I am a simple man—some would argue “in all definitions of the word.” And while I am very grateful to live in an era of iPads and Smartphones and Digital-This-es and High-Speed-6D-Thats, my admiration for these devices is exceeded only by my total lack of comprehension as to how they work. I do not refer to the scientific miracles that went into creating these devices, but rather how, once they’ve been created, I’m supposed to work with them.
I stand in awe of technology, much as the earliest humans must have stood in awe of fire. Like probably the majority of humans not living in third-world countries, I have become utterly addicted to my computer. I have a cell phone not associated with any “Service” providing an infinite number of bells and whistles for which I simply have no need and in which I have no interest. Rather than paying the “Service” well upwards of $100 per month, I buy blocks of usage minutes. I do not text, and cannot understand the purpose for it. If I want to talk to someone, I’ll phone them. If I want to send them a message, I’ll use e-mail.
My relationship with technology is not quite so adversarial as is my relationship with reality; technology simply ignores me and marches forward, and it is up to me to try to keep up with it as best I can. But it is none the less frustrating.
My life has two settings: “Bumbling along” and “Chaos.” If I am attempting to deal with something that has moving parts, I am on shaky ground. If electricity is involved, all bets are off. Instruction manuals are utterly beyond my comprehension. I consider them the Devil’s work. Their sole purpose, no matter how “user friendly” they claim to be, is to mislead and confuse. I have seldom made it through two paragraphs of any instruction manual without becoming totally frustrated. If diagrams are included, it’s even worse. I try to follow instructions. I really, really do. (“Insert Tab A into Slot B.”) Fine. “Attach part 1 to part 2” is possible only if there is only one way the two can be attached, and things go rapidly downhill from there. If any product I am considering buying includes the words “Some Assembly Required” I move on looking for one for which NO assembly is required. I have yet, in my entire life, to buy something for which “Some Assembly” is required without ending up with a piece missing or three left over, and any resemblance between the end product pictured on the box and what I end up producing is strictly coincidental.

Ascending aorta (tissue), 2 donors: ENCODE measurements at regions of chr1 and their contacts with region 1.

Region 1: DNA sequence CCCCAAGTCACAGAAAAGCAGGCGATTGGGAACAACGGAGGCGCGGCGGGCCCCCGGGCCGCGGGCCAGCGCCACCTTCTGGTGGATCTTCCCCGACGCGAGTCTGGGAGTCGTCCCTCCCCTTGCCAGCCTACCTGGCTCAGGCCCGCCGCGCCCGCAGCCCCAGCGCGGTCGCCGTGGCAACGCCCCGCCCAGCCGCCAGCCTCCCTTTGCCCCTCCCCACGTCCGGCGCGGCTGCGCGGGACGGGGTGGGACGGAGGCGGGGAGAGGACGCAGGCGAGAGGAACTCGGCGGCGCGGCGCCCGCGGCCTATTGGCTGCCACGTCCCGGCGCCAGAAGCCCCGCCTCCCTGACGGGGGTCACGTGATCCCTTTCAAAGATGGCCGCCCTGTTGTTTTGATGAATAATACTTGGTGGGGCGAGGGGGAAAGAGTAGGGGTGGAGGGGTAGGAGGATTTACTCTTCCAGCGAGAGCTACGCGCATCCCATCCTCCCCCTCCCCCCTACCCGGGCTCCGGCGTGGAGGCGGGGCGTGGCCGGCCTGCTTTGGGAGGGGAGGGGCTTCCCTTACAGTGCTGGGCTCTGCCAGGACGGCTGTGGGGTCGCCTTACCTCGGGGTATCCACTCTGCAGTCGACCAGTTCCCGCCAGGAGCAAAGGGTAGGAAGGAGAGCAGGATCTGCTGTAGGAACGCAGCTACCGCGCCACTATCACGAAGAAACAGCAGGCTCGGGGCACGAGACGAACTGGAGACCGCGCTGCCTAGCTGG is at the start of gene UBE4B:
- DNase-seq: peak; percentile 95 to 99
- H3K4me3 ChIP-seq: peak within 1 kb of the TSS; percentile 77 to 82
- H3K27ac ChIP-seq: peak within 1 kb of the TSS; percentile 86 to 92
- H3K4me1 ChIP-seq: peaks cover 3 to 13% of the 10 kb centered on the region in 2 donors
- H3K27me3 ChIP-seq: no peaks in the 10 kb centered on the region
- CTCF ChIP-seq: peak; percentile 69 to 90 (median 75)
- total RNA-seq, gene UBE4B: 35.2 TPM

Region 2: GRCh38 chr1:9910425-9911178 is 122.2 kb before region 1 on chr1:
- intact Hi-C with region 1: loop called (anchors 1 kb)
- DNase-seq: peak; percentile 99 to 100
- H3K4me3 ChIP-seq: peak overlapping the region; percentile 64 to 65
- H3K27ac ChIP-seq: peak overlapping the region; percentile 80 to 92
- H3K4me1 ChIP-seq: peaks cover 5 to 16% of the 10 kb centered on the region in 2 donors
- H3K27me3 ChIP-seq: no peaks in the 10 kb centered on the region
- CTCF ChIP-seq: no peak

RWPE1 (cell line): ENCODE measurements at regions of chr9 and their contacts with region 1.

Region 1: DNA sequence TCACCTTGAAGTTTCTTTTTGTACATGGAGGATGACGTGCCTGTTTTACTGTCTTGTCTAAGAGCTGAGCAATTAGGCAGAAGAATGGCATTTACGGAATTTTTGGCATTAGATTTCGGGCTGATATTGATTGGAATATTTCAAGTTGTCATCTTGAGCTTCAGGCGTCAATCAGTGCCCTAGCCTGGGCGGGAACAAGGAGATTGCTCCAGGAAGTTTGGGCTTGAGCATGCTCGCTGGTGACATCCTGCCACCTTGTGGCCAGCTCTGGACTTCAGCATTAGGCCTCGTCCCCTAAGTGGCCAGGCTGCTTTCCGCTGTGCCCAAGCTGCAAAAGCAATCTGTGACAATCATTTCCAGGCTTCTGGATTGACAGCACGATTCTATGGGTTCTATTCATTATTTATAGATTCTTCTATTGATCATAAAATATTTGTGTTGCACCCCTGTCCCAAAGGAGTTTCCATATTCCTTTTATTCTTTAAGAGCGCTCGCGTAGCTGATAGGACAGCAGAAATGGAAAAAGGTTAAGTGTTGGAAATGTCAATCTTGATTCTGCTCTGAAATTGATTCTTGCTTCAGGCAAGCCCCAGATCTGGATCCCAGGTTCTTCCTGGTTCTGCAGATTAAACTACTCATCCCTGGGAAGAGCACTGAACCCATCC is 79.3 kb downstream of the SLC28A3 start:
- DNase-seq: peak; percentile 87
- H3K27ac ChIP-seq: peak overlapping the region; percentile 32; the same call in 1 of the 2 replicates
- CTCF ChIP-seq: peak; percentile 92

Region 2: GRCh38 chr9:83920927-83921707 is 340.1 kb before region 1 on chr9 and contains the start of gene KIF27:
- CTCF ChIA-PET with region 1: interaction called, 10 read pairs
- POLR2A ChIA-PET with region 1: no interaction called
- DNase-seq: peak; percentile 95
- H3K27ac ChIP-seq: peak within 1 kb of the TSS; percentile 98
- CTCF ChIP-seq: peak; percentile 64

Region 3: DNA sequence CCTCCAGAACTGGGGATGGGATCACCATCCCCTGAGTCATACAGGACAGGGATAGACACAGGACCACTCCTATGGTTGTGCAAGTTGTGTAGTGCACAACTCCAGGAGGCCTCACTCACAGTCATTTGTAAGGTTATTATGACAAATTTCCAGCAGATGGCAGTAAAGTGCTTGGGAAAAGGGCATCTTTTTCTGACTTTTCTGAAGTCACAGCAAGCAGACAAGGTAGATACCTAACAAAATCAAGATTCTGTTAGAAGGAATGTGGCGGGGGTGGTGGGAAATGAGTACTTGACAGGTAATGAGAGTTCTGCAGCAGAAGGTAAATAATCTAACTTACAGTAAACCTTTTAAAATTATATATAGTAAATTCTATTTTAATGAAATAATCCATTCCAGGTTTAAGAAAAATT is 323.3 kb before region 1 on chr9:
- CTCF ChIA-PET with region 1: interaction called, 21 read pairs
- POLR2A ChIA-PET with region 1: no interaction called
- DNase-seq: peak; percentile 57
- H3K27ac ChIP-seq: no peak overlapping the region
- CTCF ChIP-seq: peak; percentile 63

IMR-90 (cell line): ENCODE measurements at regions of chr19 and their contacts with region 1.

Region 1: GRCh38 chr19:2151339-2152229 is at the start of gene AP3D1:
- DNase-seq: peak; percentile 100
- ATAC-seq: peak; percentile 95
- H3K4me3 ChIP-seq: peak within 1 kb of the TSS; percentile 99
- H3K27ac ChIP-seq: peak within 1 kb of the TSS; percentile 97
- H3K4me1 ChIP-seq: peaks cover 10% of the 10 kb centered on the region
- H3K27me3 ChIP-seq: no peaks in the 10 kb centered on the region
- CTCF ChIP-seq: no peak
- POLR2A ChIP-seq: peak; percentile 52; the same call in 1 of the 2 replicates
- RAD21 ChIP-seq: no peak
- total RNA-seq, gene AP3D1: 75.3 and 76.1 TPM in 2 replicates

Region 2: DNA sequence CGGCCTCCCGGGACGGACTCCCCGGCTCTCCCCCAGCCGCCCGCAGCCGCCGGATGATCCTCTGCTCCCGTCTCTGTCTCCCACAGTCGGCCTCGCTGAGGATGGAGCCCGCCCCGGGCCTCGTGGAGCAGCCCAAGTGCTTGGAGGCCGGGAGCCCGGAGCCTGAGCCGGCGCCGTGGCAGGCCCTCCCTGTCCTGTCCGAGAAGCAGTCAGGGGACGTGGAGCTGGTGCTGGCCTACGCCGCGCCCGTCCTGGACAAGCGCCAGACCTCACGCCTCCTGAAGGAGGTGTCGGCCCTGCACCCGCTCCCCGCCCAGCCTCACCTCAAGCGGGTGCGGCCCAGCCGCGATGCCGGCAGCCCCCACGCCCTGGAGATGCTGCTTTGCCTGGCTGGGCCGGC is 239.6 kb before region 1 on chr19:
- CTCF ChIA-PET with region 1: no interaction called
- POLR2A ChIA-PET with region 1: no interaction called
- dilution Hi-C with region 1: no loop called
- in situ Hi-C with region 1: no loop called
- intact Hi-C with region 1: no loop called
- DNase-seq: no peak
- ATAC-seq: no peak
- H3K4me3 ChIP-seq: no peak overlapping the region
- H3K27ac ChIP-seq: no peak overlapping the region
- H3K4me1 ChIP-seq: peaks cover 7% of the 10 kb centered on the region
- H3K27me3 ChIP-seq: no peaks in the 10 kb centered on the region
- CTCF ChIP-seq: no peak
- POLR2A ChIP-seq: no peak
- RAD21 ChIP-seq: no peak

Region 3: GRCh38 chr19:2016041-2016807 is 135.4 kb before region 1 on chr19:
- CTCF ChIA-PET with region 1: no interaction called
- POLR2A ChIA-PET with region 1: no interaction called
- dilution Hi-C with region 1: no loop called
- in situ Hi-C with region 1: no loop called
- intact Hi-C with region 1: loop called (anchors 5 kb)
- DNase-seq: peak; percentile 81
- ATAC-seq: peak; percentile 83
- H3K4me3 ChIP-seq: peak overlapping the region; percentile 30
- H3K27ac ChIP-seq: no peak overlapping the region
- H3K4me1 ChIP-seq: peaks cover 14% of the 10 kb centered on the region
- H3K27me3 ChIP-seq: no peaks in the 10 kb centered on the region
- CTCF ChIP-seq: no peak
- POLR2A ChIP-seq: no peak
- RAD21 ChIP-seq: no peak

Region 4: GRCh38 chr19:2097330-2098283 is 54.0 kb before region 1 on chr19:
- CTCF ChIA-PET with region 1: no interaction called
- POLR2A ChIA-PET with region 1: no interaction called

My television set has two remotes: one to turn on the TV via the cable box and control volume and “pause”, the other to change channels. Each remote has, for reasons I dare not even try to guess, at least 32 buttons, the purpose(s) of which are totally beyond my ken. Occasionally I will somehow accidentally press a wrong button (I am never aware of which button it was I pressed) and the TV will go blank. Nothing I do—nothing—will bring the picture back. I begin frantically pressing buttons—any buttons/all buttons—desperately trying to find the right one, even knowing as I’m doing it that I’m only making matters worse. And finally, after ten minutes of button-pushing and frustration building to fury, I will call my best friend Gary, who lives in the building next to mine, to ask him for help, and he will give up whatever he’s doing/watching to come over. Inevitably he will pick up one (not both) of the remotes, casually click one of the 32 buttons, and God returns to His heaven, and all’s right with the world until the next time. And there always is a next time.
Purchasing anything on line, changing passwords, filling out any type of form either online or on paper becomes an exercise in madness. I can and have spent half an hour or more on line dancing through hoops only to hit “Submit” to be told I’d done something wrong and having to start over from scratch. I will enter a password I have used for six years only to be told it is incorrect, search through records to find what I entered was, indeed correct, re-entering it, and being told yet again that it is incorrect. I am told to change the password (another time-consumer), receive confirmation of the new password, enter it where required, and am told it is incorrect.
It is to weep.
Dorien's blogs are posted by 10 a.m. Central time every Monday and Thursday. Please take a moment to visit his website (http://www.doriengrey.com) and, if you enjoy these blogs, you might want to check out Short Circuits: a Life in Blogs (http://bit.ly/m8CSO1), which is also available as an audiobook (http://www.audible.com/pd/ref=sr_1_1?asin=B00DJAJYCS&qid=1372629062&sr=1-1).